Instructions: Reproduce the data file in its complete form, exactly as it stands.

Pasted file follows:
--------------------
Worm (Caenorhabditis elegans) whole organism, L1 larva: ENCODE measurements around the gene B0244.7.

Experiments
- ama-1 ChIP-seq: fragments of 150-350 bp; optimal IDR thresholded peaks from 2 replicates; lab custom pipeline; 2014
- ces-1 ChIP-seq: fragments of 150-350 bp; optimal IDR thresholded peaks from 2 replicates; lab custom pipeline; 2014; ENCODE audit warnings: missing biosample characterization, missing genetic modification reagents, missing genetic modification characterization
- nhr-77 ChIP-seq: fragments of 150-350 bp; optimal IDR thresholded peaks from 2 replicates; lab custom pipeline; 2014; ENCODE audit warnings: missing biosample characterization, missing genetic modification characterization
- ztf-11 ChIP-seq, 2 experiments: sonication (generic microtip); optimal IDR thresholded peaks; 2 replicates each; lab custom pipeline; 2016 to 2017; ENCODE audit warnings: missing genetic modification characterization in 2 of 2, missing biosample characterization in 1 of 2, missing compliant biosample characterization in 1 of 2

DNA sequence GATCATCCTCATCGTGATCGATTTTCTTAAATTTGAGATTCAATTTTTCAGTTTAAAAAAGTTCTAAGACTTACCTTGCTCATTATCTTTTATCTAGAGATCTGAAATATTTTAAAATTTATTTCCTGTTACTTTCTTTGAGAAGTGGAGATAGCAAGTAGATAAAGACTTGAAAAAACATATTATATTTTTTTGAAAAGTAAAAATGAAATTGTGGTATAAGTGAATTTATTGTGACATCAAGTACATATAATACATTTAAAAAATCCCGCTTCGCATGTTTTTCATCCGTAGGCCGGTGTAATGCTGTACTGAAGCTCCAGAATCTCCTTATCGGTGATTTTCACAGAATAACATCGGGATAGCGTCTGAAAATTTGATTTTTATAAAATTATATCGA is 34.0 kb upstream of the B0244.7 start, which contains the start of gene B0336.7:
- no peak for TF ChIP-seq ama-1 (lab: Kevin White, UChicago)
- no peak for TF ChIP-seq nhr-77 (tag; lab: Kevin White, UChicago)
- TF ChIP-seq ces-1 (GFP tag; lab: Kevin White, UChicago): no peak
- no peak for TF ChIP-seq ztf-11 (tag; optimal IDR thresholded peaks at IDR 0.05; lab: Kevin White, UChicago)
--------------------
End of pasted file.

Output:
Worm (Caenorhabditis elegans) whole organism, L1 larva: ENCODE measurements around the gene B0244.7.

Experiments
- ama-1 ChIP-seq: fragments of 150-350 bp; optimal IDR thresholded peaks from 2 replicates; lab custom pipeline; 2014
- ces-1 ChIP-seq: fragments of 150-350 bp; optimal IDR thresholded peaks from 2 replicates; lab custom pipeline; 2014; ENCODE audit warnings: missing biosample characterization, missing genetic modification reagents, missing genetic modification characterization
- nhr-77 ChIP-seq: fragments of 150-350 bp; optimal IDR thresholded peaks from 2 replicates; lab custom pipeline; 2014; ENCODE audit warnings: missing biosample characterization, missing genetic modification characterization
- ztf-11 ChIP-seq, 2 experiments: sonication (generic microtip); optimal IDR thresholded peaks; 2 replicates each; lab custom pipeline; 2016 to 2017; ENCODE audit warnings: missing genetic modification characterization in 2 of 2, missing biosample characterization in 1 of 2, missing compliant biosample characterization in 1 of 2

DNA sequence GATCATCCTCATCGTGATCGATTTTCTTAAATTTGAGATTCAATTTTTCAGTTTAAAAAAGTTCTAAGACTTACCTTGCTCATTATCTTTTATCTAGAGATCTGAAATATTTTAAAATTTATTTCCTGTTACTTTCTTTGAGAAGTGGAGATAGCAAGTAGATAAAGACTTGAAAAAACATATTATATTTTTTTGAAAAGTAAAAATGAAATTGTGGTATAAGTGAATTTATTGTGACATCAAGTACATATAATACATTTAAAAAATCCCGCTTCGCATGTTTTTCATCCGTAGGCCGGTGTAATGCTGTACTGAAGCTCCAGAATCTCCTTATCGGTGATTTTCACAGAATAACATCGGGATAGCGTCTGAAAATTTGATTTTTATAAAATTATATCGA is 34.0 kb upstream of the B0244.7 start, which contains the start of gene B0336.7:
- no peak for TF ChIP-seq ama-1 (lab: Kevin White, UChicago)
- no peak for TF ChIP-seq nhr-77 (tag; lab: Kevin White, UChicago)
- TF ChIP-seq ces-1 (GFP tag; lab: Kevin White, UChicago): no peak
- no peak for TF ChIP-seq ztf-11 (tag; optimal IDR thresholded peaks at IDR 0.05; lab: Kevin White, UChicago)